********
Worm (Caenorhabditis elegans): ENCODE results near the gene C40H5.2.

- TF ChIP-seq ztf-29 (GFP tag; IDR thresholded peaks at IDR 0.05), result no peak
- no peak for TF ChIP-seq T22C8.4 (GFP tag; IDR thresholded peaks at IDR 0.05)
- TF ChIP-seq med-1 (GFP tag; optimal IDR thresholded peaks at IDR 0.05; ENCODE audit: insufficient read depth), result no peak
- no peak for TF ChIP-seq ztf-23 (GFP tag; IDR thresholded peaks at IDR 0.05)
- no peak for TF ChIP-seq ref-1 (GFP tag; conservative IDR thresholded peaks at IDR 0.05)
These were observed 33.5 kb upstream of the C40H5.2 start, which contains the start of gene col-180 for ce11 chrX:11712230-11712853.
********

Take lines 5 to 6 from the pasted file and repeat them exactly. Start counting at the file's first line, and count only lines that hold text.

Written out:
- no peak for TF ChIP-seq ztf-23 (GFP tag; IDR thresholded peaks at IDR 0.05)
- no peak for TF ChIP-seq ref-1 (GFP tag; conservative IDR thresholded peaks at IDR 0.05)